Establishing consensus on a definition of aphasia: an e-Delphi study of international aphasia researchers

Karianne Berg*, Jytte Isaksen, Sarah J. Wallace, Madeline Cruice, Nina Simmons-Mackie, Linda Worrall

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Background: Definitions reflect the current state of knowledge about a health condition. An agreed definition of aphasia is central to the progression of the science and clinical practice relevant to aphasia. Aim: To establish consensus on a definition of aphasia. Methods & Procedures: A three-round modified e-Delphi study was conducted with aphasia researchers who were members of the Collaboration of Aphasia Trialists (CATs). In round one, participants were provided with a draft definition developed by the Societal Impact and Reintegration Working Group of CATs. Participants were asked whether they agreed with the definition and were asked to comment on any aspects that they perceived to require amendment. Comments were collated and analysed using inductive content analysis. In round two, participants were presented with the collated and de-identified results of the first round and the participants were asked to vote “yes/no” on two contentious aspects of the definition. In round three, agreement on the revised definition was again sought using closed “yes/no” voting. Consensus was defined a priori as at least 70% agreement by 80% of all CATs members. CATs membership fluctuated across the study period and ranged between 131 and 141 members. Outcomes & Results: The proposed definition was Aphasia is a communication disability due to an acquired impairment of language modalities caused by focal brain damage. Aphasia may affect participation and quality of life of the person with aphasia as well as their family and friends. Aphasia masks competence and affects functioning across relationships, life roles and activities, thereby influencing social inclusion, social connectedness, access to information and services, equal rights, and wellbeing in family, community and culture. Two main categories of proposed amendments to the definition were identified: (1) definition of aphasia as a communication disability versus a language impairment; and (2) definition of aphasia as being the result of a focal and/or diffuse lesion. After three rounds of surveys, consensus was unable to be achieved with an almost even split across participants on both amendment issues. Conclusion: Further debate about the use of the term communication disability to describe aphasia and whether aphasia is a result of focal or diffuse lesions is required before consensus is again attempted.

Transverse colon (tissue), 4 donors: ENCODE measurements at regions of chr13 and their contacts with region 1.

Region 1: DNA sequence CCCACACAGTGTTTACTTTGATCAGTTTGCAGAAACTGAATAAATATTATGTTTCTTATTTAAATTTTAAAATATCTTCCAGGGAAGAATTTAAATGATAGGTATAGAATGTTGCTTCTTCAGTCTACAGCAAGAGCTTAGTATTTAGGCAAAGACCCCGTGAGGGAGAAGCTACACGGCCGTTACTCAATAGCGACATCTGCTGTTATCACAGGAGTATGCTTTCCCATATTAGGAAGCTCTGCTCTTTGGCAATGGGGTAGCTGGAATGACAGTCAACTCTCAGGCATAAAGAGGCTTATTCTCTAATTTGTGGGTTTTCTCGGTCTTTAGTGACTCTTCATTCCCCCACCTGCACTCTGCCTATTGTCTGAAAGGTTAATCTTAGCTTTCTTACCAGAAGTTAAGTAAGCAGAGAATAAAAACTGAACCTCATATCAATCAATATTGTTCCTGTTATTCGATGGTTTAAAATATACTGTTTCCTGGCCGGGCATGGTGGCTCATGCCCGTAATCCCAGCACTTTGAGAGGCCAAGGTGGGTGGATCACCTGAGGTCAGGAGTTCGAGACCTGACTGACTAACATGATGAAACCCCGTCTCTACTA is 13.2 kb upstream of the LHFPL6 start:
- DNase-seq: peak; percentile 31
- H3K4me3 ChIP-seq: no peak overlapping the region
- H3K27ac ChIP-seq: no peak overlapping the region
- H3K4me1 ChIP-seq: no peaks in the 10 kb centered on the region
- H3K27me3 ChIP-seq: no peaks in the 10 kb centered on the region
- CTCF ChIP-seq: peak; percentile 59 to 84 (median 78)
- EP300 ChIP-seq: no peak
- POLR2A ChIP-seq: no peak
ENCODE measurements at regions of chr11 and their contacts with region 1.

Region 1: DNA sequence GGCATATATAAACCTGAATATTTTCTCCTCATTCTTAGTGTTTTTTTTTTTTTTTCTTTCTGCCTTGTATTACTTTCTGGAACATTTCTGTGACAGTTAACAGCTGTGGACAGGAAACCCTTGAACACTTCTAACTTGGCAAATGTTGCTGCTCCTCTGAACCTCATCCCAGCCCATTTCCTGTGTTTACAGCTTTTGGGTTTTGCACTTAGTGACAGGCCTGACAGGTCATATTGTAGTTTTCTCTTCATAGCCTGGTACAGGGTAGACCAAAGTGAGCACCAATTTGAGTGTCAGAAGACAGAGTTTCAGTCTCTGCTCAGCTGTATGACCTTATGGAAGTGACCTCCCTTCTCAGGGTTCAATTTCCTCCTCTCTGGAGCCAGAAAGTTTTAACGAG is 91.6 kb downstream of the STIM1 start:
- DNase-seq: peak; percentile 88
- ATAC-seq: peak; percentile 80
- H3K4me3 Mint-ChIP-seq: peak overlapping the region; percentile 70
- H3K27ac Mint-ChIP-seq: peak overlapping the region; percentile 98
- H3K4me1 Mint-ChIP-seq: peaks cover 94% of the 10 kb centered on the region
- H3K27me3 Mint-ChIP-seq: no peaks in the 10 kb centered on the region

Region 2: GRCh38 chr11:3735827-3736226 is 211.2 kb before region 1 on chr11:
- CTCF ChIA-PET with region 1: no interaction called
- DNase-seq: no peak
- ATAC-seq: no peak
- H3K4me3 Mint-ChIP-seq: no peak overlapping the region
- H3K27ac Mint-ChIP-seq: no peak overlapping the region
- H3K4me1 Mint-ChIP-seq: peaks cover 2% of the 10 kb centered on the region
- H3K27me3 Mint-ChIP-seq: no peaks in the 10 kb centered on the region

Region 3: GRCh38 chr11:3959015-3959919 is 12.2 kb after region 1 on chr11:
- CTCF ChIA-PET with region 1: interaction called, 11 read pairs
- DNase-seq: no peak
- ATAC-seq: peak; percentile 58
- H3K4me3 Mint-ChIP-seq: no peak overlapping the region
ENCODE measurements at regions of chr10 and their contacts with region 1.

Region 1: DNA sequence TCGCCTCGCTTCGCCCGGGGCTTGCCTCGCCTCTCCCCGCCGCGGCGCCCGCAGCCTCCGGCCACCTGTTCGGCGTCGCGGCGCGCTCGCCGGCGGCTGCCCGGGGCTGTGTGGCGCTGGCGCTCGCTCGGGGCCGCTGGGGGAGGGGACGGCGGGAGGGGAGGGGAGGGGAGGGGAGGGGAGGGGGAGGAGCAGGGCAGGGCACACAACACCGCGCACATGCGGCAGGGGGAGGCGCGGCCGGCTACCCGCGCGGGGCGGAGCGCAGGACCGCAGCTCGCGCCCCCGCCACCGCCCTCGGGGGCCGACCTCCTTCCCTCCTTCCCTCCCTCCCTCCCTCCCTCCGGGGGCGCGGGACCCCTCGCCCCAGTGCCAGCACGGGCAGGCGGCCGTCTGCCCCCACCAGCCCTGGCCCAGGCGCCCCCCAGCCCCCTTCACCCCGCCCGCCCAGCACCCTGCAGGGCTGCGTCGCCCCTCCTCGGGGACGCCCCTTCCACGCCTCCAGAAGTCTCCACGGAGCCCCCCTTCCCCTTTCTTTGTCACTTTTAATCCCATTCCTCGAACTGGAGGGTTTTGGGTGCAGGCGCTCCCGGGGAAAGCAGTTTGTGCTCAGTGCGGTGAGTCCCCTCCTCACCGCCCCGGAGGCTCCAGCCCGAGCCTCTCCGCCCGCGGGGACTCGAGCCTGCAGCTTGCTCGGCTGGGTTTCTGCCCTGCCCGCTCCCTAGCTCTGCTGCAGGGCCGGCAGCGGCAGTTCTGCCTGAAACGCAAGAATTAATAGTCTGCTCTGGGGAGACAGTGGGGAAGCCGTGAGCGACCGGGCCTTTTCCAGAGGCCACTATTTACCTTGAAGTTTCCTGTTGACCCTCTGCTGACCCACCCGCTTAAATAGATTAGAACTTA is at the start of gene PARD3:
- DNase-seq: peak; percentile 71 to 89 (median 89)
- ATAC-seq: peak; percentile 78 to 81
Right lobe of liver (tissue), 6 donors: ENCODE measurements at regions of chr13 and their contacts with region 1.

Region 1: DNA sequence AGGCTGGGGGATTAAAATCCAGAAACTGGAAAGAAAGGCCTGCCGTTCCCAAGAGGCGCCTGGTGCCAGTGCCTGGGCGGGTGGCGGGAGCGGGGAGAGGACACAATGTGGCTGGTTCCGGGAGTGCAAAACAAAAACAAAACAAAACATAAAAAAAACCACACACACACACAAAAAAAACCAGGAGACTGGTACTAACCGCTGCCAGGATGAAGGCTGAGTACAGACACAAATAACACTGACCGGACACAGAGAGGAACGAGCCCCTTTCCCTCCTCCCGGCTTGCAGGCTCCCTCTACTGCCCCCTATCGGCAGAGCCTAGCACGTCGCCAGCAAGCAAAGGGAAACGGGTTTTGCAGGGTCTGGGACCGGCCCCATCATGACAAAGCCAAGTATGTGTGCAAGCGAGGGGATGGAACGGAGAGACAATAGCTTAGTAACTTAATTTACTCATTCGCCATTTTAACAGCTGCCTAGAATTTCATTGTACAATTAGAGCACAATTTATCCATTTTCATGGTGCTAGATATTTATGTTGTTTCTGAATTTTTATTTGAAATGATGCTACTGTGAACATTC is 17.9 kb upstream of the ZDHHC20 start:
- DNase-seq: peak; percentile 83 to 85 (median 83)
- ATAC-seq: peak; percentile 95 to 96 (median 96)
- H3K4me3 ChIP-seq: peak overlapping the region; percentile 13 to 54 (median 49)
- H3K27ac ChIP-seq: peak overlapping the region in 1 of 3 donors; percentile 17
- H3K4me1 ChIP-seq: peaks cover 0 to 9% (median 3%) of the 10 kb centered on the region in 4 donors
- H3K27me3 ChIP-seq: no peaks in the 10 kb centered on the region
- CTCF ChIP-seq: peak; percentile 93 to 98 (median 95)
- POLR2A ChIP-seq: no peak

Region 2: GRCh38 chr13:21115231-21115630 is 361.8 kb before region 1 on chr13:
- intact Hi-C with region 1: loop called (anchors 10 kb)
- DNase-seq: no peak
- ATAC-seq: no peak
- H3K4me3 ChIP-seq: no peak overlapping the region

OriginalsprogEngelsk
TidsskriftAphasiology
Vol/bind36
Udgave nummer4
Sider (fra-til)385-400
ISSN0268-7038
DOI
StatusUdgivet - 2022

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